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Mediaeval towns in Spain's coastal provinces
Mediaeval towns in Spain's coastal provinces
By thinkSPAIN Team Sun, Sep 20, 2020
LIFE in the Middle Ages has become quite fashionable lately, centuries after it all happened or – as some would say – didn't happen.
You probably think of jousting, jugglers, giant feasts in torchlit courts with massive cake-and-ale bowls being passed around the communal table (not recommended with the Covid pandemic), or maybe plagues, poor sanitation, witches being drowned and blood tests using leeches. Fairytale-like castles may pop into your head and, fairly uniquely in western Europe, a Spain where the majority of the population was of Arab origin and the predominant religion was Islam.
“I loved studying the Mediaeval era at school,” one Spanish lady told us.
“It was basically 1,000 years when nothing happened.”
But everything that makes 'Mediaeval' trendy in the 21st century begs to differ: From the spectacular glittering Moors and Christians festivals, to the Middle Ages-themed craft markets in the early months of the year, to novelists such as Ildefonso Falcones, Spain's answer to Ken Follett of Pillars of the Earth fame (and he's always on the bestseller shelves, too – his latest tome and prequel to the former, Las Tinieblas del Alba in Spanish (The Evening and the Morning) has a whole display unit dedicated to it at the moment in hypermarkets and bookshops in Spain).
Then there's the architecture, of course. Moorish castles abound in the country; in fact, there are so many of them that a huge number only have about a paragraph of historical detail about them published anywhere – nobody's bothered to research every single one, or they'd be spending another 1,000 years on them. And even many small villages retain what was left of their 'city' walls, with their arched entrances; lots of these started out life as humble, Arab-owned farmsteads in the Middle Ages.
If you're hoping to live or spend your holidays somewhere within striking distance of a beach – even if it's not exactly on your doorstep – but find yourself seduced by the magic of all the good bits about the Mediaeval era (the parts that don't include plagues and leeches), you'll find plenty of towns and villages on Spain's coasts that feel as though you've stepped off a plane into the early years of the last Millennium.
Here are some of the most stunning Mediaeval towns in coastal provinces (of course, there are plenty others a long way inland, too, with their own unique charms – but we'll come back to you later on those).
Close to the wonderful modern madness of the Costa Brava are towns that will take you back hundreds of years – some of them right on the beach, and some a short-ish drive away, but close enough for a day trip.
Tossa de Mar, hugely popular with sunseekers, guards a not-so-hidden gem that rarely gets a mention in the travel brochure: It's the only fortified Mediaeval town in Catalunya, and its ancient 'city' wall is so beautifully preserved that you kind of expect to pop round the corner and see a bell-hatted court jester accompanying the leader of a powerful Moorish dynasty to the court banquet. Hardly surprising it holds National Heritage status, as you can see from picture two, by Instagram user paulatossa.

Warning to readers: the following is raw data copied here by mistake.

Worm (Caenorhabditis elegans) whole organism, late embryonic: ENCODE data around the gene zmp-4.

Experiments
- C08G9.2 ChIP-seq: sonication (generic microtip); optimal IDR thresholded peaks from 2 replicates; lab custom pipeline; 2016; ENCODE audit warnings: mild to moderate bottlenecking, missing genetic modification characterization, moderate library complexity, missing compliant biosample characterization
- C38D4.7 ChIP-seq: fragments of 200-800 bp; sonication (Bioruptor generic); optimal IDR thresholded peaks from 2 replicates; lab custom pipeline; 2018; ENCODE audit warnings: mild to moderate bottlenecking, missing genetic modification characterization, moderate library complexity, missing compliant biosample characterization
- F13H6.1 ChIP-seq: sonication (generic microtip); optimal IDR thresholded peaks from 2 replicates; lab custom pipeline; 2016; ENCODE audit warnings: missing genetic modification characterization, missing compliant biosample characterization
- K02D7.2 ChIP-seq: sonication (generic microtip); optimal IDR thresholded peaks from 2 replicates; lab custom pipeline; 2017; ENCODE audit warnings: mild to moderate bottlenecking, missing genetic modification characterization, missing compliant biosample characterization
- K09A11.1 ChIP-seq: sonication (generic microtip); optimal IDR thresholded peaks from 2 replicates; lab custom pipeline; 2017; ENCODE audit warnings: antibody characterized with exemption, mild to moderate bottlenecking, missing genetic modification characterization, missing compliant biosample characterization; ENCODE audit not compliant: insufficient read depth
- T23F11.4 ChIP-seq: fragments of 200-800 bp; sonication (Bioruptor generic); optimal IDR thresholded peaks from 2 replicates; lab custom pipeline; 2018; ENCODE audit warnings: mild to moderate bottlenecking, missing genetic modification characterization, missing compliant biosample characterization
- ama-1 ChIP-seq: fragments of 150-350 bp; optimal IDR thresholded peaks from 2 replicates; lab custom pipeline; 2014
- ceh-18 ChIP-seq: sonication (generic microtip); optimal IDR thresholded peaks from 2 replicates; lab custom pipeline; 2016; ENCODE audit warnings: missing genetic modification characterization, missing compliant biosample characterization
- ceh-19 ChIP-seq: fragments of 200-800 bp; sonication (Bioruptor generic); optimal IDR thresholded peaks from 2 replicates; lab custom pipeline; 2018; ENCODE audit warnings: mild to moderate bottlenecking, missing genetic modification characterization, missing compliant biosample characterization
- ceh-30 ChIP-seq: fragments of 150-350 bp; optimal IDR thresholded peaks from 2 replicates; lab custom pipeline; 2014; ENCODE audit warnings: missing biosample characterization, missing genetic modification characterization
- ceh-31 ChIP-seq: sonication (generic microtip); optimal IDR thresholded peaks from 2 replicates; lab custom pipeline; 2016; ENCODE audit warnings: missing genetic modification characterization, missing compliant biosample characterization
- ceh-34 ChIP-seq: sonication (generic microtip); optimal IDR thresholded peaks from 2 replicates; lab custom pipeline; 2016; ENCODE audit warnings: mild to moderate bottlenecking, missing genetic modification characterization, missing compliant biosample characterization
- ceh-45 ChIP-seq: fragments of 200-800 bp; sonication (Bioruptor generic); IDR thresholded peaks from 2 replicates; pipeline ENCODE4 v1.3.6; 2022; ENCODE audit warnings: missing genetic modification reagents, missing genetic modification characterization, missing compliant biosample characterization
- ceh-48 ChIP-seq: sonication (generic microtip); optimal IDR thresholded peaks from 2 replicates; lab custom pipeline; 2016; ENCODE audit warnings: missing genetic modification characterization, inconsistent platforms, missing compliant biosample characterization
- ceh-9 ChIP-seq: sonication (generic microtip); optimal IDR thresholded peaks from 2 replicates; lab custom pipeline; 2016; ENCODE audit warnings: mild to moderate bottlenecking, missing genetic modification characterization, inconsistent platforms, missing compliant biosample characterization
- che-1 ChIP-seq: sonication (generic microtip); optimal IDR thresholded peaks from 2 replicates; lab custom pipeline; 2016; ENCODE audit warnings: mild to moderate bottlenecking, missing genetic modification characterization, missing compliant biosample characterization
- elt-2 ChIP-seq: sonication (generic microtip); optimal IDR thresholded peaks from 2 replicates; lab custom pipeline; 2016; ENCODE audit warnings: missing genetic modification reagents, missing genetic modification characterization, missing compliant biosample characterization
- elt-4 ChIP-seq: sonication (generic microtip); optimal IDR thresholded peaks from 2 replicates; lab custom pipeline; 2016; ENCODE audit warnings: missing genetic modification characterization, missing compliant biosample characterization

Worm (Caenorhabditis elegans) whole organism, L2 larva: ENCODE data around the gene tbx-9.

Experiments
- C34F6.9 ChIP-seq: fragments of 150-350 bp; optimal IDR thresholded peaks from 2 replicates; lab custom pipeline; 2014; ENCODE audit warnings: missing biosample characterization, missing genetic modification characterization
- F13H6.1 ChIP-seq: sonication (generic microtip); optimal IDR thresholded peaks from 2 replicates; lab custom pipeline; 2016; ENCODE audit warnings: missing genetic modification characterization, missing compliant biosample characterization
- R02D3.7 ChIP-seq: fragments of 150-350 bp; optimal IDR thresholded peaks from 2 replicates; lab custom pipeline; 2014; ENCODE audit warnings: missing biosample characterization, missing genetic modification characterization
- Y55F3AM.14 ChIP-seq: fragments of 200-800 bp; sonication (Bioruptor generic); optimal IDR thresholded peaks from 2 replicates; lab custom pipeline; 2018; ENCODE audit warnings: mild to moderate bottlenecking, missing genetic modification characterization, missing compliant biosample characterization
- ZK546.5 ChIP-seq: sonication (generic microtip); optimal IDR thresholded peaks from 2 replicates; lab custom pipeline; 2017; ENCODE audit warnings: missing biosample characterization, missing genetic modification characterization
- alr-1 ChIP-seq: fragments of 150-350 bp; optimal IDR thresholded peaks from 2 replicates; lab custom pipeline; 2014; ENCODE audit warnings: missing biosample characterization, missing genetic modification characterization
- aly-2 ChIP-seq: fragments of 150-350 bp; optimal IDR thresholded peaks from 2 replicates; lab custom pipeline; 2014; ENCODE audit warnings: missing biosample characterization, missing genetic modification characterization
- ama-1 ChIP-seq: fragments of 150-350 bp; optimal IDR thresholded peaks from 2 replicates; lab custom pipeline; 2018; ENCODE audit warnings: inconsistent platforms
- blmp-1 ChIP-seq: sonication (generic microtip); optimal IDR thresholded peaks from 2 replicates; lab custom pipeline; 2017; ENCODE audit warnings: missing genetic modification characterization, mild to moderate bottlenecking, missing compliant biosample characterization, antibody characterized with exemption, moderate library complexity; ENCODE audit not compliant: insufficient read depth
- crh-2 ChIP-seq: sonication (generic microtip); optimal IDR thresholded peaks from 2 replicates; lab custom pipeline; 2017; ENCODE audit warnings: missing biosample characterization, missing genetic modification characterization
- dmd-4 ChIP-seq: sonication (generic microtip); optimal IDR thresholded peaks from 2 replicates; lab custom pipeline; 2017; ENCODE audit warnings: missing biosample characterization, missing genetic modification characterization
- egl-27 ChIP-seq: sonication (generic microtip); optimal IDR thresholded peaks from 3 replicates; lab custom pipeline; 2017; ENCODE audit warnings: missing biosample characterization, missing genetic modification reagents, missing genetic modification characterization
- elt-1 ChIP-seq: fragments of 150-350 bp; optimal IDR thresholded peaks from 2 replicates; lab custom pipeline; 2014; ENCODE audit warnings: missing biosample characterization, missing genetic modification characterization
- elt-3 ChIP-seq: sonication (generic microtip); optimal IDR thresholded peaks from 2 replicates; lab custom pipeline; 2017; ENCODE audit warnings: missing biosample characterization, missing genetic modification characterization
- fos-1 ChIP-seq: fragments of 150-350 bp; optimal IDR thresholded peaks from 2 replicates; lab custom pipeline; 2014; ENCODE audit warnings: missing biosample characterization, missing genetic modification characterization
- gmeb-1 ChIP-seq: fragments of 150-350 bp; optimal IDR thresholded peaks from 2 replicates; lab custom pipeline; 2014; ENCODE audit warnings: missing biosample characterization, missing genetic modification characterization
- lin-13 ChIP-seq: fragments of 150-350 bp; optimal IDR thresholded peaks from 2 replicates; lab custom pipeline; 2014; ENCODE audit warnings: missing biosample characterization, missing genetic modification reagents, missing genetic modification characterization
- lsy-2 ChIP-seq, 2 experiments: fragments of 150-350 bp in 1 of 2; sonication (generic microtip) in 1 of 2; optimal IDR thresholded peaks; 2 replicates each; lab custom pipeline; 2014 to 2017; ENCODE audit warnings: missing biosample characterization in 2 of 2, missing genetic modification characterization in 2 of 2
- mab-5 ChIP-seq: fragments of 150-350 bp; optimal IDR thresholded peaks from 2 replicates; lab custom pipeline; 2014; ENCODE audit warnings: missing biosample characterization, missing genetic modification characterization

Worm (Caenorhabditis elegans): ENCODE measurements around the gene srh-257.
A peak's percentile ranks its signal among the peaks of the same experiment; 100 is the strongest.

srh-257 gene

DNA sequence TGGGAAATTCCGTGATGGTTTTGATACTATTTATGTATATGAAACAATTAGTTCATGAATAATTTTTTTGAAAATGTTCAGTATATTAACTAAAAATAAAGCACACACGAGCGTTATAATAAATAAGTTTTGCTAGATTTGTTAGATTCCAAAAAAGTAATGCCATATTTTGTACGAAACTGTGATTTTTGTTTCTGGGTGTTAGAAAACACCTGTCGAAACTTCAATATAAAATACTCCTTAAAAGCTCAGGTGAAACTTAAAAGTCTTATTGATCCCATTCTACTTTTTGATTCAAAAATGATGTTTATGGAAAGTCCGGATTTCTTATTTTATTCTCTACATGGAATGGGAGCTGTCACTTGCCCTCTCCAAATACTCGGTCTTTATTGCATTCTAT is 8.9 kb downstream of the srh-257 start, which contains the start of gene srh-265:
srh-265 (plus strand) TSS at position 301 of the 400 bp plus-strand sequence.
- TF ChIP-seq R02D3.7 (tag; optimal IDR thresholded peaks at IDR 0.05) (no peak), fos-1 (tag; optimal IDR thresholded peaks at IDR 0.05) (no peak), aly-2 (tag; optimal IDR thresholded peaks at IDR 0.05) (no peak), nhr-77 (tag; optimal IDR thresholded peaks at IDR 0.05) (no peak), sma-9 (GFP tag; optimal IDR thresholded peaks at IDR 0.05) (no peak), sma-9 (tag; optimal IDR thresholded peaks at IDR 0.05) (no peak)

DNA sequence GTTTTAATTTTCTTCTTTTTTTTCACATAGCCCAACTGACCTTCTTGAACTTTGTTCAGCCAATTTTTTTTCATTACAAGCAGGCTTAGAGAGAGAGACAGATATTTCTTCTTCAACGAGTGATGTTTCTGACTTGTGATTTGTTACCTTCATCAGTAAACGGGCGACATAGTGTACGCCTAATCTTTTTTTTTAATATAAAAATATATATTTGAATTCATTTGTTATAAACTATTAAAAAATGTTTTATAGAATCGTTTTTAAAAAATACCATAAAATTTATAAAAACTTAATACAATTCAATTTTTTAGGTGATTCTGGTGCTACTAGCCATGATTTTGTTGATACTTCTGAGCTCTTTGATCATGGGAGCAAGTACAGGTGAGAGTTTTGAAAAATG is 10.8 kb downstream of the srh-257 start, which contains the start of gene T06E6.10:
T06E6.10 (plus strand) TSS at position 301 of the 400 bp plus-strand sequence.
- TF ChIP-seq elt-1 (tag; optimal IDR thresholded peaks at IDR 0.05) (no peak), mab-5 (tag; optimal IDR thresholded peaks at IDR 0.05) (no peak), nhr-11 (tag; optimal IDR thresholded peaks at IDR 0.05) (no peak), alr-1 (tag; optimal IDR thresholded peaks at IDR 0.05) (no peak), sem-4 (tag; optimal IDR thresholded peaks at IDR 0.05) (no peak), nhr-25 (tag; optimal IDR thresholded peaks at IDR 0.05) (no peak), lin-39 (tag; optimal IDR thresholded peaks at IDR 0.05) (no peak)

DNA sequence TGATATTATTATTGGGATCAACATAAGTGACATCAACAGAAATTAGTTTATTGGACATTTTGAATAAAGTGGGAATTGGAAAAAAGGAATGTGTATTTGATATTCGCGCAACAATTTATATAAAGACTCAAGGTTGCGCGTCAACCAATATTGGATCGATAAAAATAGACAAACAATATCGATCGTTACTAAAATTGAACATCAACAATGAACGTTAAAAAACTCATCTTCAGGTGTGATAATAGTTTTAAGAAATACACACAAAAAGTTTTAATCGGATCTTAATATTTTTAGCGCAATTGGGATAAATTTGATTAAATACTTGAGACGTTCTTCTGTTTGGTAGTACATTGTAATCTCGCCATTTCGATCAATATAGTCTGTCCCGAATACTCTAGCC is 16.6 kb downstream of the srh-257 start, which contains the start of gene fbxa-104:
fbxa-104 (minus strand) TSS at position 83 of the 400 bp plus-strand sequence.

Despite being considered a highly-touristy location, the attractive peachy-coloured town of Begur maintains its Mediaeval essence and Begur Castle – which the municipality sits at the foot of – is thought to be one of the most iconic along Catalunya's coast.
Lloret de Mar, a bustling holiday town very geared up to foreign visitors and residents, is home to a fortress that would not look out of place in a Disney film – or, perhaps, at night, if it had a few bats circulating around its turrets, in a screen adaptation of a gothic novel. The Sant Joan castle sits on a rocky ledge over the sea and is the jewel in Lloret de Mar's cultural crown – but not the only one. Meandering streets oozing with character, ornate churches, botanical gardens, and a sea view from almost everywhere keep sightseers occupied for days, even when the weather isn't ideal for topping up your tan.
Cobbled streets, sandstone arches, wrought-iron balconies – and a beach – Pals has one of the most breathtaking 'original' hubs, or ancient quarters, you'll find within walking distance of Costa Brava sands – especially its Torre de las Horas, a Romanesque-style tower built between the 11th and 13th centuries. Thanks to Instagram user xavigatnegre for this beautiful picture of Pals (number three).
Besalú is a good half-hour's drive from the beach, but it's worth having to invest a few euros in petrol and an hour a day to swap the seafront for the historical delights of this perfectly-preserved walled town. Its enclosed centre is reached via a Roman bridge and, once there, visitor hotspots roll out before you: The San Julián and San Pedro de Besalú monastery and church, the Royal Curia Palace (curia being a Latin word for a different community or subdivision of a population – curiae were split into separate neighbourhoods in Roman times, and were still referred to as such in Mediaeval Spain) and especially its Gothic Hall, plus the Cornellá house and the Jewish Baths. Centuries on, its cobbled, pedestrianised plaza set between solid, four-square, arched stone buildings is a perfect setting for pavement cafés, as shown in the fourth picture (just below, right) by Instagram user tatyanabolotova.